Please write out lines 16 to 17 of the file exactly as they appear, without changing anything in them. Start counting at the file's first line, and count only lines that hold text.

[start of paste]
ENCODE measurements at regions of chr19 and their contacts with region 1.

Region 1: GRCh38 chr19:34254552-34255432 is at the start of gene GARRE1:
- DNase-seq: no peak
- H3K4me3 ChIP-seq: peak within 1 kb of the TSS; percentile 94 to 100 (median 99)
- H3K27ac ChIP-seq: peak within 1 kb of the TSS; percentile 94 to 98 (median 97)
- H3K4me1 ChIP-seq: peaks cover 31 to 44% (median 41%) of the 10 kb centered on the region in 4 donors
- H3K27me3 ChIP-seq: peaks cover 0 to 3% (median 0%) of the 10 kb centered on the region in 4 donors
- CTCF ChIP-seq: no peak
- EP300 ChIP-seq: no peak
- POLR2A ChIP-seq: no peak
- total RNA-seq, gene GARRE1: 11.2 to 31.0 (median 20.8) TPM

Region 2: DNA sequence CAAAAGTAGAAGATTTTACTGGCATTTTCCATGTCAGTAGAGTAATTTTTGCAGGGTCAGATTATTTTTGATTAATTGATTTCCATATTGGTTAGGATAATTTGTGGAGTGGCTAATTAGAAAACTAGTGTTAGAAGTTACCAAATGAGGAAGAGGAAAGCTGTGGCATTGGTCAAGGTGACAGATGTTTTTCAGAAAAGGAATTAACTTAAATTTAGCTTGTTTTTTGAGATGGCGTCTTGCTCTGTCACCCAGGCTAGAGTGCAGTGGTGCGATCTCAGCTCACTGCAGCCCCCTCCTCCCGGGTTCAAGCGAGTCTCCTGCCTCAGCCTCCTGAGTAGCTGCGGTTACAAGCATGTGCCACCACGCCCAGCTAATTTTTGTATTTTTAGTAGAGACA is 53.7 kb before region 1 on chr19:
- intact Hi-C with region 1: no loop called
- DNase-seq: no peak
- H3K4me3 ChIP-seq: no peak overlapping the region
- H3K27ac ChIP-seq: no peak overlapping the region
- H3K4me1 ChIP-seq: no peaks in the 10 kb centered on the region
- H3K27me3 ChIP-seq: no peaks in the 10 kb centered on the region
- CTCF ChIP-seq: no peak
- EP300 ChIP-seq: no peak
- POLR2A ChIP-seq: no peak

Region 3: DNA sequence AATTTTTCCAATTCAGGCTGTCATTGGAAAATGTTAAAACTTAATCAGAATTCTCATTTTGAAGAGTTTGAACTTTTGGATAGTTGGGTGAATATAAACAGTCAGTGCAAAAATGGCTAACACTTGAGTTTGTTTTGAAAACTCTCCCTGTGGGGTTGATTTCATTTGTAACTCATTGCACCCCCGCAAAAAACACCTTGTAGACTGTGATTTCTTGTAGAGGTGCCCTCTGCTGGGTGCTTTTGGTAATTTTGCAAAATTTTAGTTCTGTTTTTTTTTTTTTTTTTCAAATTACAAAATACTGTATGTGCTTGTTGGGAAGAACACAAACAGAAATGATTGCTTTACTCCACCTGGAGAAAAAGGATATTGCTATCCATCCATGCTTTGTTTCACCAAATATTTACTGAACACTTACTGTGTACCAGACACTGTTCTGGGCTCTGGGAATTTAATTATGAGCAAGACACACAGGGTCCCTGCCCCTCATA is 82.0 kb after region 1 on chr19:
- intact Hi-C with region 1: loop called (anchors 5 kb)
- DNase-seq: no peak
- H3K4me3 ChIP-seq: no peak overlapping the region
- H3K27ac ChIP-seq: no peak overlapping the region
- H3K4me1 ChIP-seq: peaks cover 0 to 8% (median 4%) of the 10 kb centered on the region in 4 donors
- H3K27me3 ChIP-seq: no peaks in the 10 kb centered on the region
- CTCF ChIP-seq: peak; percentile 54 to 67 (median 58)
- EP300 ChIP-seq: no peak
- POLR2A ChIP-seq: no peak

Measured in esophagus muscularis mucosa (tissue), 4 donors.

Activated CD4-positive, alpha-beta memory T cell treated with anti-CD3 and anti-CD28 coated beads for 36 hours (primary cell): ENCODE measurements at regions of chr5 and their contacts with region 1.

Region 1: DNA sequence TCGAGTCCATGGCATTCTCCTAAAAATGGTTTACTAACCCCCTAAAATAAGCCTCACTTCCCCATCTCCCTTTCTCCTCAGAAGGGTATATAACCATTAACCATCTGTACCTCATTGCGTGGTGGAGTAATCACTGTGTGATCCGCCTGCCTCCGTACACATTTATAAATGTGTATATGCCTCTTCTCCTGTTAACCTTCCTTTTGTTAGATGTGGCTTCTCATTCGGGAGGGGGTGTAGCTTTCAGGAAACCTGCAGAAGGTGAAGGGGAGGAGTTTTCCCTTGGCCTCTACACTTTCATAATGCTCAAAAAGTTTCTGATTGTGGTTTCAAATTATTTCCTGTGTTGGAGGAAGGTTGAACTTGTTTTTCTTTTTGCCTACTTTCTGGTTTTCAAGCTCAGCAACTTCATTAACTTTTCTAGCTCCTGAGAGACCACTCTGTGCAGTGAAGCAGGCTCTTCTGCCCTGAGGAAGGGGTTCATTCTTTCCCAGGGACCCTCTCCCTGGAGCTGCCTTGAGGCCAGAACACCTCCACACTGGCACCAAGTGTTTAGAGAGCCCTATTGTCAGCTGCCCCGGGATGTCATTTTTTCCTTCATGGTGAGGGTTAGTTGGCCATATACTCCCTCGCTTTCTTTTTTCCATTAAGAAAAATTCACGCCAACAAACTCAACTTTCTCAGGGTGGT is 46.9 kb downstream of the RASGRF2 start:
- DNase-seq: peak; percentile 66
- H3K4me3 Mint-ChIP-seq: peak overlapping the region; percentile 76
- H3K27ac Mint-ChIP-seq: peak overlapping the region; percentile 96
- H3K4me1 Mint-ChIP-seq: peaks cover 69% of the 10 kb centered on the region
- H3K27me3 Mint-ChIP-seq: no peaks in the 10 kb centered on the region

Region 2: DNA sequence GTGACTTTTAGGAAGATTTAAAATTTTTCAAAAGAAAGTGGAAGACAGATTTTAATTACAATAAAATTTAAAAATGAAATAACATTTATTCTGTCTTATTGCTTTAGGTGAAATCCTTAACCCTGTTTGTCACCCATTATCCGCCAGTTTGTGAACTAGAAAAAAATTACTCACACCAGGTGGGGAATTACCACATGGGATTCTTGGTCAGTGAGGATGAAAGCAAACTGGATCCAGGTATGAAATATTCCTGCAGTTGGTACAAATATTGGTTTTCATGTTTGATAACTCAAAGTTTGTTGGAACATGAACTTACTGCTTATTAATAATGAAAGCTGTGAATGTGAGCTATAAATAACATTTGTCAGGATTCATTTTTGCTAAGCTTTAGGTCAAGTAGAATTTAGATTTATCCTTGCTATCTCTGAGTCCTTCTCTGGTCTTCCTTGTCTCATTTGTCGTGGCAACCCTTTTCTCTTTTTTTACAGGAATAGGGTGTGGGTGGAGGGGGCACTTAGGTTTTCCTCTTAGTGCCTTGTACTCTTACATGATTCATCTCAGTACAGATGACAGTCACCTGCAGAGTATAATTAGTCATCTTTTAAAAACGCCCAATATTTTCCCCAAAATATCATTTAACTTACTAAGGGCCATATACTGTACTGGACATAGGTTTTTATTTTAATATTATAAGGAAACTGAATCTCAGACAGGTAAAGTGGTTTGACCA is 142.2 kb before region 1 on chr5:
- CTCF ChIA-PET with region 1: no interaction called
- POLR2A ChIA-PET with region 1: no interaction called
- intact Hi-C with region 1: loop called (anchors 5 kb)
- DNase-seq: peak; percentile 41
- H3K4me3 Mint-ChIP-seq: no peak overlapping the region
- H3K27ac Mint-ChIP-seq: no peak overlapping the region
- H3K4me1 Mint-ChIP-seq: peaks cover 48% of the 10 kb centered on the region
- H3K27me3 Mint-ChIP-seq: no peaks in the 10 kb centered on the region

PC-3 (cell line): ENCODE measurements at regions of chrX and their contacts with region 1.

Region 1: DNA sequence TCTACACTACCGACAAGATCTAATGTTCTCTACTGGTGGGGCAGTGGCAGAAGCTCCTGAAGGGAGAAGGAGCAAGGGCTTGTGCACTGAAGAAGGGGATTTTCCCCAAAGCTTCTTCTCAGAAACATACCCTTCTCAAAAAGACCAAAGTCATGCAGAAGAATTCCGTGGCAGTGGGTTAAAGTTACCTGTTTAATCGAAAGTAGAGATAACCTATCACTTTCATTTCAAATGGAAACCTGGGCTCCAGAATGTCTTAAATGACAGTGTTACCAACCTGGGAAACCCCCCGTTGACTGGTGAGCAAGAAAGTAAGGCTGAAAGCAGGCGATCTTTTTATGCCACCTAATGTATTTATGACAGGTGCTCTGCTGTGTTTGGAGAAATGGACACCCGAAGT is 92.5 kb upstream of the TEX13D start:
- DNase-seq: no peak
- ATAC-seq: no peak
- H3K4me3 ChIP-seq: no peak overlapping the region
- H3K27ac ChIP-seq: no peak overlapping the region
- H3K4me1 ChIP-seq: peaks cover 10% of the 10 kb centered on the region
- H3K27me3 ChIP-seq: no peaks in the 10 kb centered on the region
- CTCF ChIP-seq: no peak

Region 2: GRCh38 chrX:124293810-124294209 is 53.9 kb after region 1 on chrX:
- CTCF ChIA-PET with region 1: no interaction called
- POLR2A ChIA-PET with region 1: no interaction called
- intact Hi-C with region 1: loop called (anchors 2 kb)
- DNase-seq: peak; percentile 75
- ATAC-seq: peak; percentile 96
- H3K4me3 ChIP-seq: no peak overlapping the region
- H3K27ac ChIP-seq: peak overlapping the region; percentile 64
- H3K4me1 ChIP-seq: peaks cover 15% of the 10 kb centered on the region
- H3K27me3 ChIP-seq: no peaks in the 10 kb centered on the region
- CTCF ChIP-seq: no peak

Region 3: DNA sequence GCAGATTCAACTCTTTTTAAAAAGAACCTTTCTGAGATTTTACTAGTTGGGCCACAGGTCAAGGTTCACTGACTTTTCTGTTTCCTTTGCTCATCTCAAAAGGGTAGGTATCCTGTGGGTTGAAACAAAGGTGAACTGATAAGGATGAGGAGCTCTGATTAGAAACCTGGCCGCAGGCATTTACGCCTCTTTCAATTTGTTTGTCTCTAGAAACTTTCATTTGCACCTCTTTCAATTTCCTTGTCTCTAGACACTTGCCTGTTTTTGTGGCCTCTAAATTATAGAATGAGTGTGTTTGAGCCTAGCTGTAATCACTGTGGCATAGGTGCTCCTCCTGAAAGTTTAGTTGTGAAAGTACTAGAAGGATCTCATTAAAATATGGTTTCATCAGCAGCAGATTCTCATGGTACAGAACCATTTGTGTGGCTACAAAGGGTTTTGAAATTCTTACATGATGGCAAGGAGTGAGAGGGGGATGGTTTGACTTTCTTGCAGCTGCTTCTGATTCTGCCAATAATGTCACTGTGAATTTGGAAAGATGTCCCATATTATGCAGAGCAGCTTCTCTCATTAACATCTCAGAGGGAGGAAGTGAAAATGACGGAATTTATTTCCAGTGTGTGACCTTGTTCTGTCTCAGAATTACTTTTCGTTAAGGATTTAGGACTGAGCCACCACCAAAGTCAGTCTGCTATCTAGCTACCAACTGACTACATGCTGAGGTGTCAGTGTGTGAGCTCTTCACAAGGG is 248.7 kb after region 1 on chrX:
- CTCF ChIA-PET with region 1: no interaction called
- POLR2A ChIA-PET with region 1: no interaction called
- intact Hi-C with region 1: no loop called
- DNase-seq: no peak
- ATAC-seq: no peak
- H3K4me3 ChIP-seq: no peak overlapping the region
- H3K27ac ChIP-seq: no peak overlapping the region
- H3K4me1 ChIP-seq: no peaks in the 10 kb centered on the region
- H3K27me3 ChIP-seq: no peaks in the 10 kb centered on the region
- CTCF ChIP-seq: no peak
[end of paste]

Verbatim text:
- H3K27ac ChIP-seq: no peak overlapping the region
- H3K4me1 ChIP-seq: no peaks in the 10 kb centered on the region